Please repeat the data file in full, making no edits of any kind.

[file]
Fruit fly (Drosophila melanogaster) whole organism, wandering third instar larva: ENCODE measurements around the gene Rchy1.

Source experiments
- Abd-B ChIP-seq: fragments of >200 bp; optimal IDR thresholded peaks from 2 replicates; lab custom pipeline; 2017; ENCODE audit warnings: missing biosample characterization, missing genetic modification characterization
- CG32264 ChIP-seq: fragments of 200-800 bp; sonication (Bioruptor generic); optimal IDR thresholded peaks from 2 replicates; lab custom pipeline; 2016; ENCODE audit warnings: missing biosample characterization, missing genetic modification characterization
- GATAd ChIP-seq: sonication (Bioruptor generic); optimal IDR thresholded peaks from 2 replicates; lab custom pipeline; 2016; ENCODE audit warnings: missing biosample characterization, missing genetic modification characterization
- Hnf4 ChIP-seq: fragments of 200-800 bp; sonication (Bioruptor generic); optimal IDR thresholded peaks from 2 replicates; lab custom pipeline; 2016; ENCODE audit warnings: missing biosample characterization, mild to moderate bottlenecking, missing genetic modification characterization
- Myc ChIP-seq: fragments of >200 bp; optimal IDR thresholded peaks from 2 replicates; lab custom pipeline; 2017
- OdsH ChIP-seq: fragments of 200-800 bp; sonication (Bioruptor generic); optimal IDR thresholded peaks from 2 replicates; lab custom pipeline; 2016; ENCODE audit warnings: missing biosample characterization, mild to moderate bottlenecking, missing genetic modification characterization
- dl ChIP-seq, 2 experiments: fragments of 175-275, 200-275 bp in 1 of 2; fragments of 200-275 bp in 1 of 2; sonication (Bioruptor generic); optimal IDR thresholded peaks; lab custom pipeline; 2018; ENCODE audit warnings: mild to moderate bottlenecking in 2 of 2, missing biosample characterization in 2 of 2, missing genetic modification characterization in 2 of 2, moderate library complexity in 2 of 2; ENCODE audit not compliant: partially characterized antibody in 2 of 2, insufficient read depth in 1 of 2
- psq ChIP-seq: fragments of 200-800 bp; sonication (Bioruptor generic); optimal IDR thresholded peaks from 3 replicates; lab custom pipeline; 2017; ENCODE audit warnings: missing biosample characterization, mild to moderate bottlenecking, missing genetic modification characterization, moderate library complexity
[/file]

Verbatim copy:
Fruit fly (Drosophila melanogaster) whole organism, wandering third instar larva: ENCODE measurements around the gene Rchy1.

Source experiments
- Abd-B ChIP-seq: fragments of >200 bp; optimal IDR thresholded peaks from 2 replicates; lab custom pipeline; 2017; ENCODE audit warnings: missing biosample characterization, missing genetic modification characterization
- CG32264 ChIP-seq: fragments of 200-800 bp; sonication (Bioruptor generic); optimal IDR thresholded peaks from 2 replicates; lab custom pipeline; 2016; ENCODE audit warnings: missing biosample characterization, missing genetic modification characterization
- GATAd ChIP-seq: sonication (Bioruptor generic); optimal IDR thresholded peaks from 2 replicates; lab custom pipeline; 2016; ENCODE audit warnings: missing biosample characterization, missing genetic modification characterization
- Hnf4 ChIP-seq: fragments of 200-800 bp; sonication (Bioruptor generic); optimal IDR thresholded peaks from 2 replicates; lab custom pipeline; 2016; ENCODE audit warnings: missing biosample characterization, mild to moderate bottlenecking, missing genetic modification characterization
- Myc ChIP-seq: fragments of >200 bp; optimal IDR thresholded peaks from 2 replicates; lab custom pipeline; 2017
- OdsH ChIP-seq: fragments of 200-800 bp; sonication (Bioruptor generic); optimal IDR thresholded peaks from 2 replicates; lab custom pipeline; 2016; ENCODE audit warnings: missing biosample characterization, mild to moderate bottlenecking, missing genetic modification characterization
- dl ChIP-seq, 2 experiments: fragments of 175-275, 200-275 bp in 1 of 2; fragments of 200-275 bp in 1 of 2; sonication (Bioruptor generic); optimal IDR thresholded peaks; lab custom pipeline; 2018; ENCODE audit warnings: mild to moderate bottlenecking in 2 of 2, missing biosample characterization in 2 of 2, missing genetic modification characterization in 2 of 2, moderate library complexity in 2 of 2; ENCODE audit not compliant: partially characterized antibody in 2 of 2, insufficient read depth in 1 of 2
- psq ChIP-seq: fragments of 200-800 bp; sonication (Bioruptor generic); optimal IDR thresholded peaks from 3 replicates; lab custom pipeline; 2017; ENCODE audit warnings: missing biosample characterization, mild to moderate bottlenecking, missing genetic modification characterization, moderate library complexity